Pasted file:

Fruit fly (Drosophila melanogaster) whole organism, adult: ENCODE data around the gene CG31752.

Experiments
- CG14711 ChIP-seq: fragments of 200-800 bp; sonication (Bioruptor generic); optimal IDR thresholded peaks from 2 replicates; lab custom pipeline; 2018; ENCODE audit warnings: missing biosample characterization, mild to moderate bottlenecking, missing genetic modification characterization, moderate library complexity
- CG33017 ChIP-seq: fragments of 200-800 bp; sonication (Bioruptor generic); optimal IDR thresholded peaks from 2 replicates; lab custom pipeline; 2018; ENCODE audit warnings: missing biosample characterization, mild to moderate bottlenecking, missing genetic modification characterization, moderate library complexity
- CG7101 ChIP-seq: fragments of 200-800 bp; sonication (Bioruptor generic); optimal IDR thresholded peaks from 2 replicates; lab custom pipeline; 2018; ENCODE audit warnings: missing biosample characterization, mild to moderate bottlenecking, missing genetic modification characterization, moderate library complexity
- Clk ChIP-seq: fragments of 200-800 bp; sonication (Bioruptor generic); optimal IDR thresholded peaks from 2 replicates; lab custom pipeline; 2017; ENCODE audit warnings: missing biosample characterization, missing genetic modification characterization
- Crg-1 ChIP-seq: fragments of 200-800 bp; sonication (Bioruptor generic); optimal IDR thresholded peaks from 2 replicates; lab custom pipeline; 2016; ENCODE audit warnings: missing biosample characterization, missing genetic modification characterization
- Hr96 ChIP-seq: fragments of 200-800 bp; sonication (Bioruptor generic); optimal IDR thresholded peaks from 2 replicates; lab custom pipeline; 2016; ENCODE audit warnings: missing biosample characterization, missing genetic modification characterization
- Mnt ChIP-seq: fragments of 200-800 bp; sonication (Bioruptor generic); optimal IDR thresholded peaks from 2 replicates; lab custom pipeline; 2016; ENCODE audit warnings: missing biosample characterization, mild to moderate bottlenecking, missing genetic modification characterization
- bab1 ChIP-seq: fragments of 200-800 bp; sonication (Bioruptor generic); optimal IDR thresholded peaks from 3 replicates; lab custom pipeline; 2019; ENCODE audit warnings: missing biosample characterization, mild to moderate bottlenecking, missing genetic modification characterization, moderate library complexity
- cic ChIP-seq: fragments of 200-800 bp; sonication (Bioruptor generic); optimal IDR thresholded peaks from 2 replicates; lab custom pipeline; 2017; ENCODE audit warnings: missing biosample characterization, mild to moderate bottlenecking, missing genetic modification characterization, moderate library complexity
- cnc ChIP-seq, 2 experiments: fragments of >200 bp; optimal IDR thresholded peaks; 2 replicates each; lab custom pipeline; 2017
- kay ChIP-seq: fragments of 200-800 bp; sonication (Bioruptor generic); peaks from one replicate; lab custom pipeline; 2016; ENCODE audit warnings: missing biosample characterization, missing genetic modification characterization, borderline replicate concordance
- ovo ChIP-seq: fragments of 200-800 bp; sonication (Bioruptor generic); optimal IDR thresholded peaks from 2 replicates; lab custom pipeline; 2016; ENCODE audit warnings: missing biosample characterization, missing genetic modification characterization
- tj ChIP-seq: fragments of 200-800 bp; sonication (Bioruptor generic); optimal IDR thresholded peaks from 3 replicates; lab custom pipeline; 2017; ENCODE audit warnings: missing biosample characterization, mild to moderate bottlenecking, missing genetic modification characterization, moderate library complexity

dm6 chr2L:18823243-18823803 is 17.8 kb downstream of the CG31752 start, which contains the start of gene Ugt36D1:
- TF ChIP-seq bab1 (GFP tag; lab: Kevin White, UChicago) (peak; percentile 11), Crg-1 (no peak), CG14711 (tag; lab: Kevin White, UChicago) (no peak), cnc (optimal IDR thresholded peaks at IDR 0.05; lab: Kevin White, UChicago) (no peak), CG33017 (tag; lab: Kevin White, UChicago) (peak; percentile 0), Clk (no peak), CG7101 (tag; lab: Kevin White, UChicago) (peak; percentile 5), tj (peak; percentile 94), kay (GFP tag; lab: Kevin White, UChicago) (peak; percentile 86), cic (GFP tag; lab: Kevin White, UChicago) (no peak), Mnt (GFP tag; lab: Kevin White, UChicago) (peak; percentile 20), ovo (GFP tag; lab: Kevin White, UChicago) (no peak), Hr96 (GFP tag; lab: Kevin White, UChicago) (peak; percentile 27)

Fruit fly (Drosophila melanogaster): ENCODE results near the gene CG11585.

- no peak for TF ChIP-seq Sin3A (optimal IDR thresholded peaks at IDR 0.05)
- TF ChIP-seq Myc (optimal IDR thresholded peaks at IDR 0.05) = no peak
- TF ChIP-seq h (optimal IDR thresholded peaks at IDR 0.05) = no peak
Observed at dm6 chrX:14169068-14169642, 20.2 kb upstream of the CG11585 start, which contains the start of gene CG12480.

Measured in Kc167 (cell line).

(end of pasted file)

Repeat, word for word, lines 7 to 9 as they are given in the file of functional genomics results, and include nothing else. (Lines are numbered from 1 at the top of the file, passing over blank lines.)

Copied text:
- Crg-1 ChIP-seq: fragments of 200-800 bp; sonication (Bioruptor generic); optimal IDR thresholded peaks from 2 replicates; lab custom pipeline; 2016; ENCODE audit warnings: missing biosample characterization, missing genetic modification characterization
- Hr96 ChIP-seq: fragments of 200-800 bp; sonication (Bioruptor generic); optimal IDR thresholded peaks from 2 replicates; lab custom pipeline; 2016; ENCODE audit warnings: missing biosample characterization, missing genetic modification characterization
- Mnt ChIP-seq: fragments of 200-800 bp; sonication (Bioruptor generic); optimal IDR thresholded peaks from 2 replicates; lab custom pipeline; 2016; ENCODE audit warnings: missing biosample characterization, mild to moderate bottlenecking, missing genetic modification characterization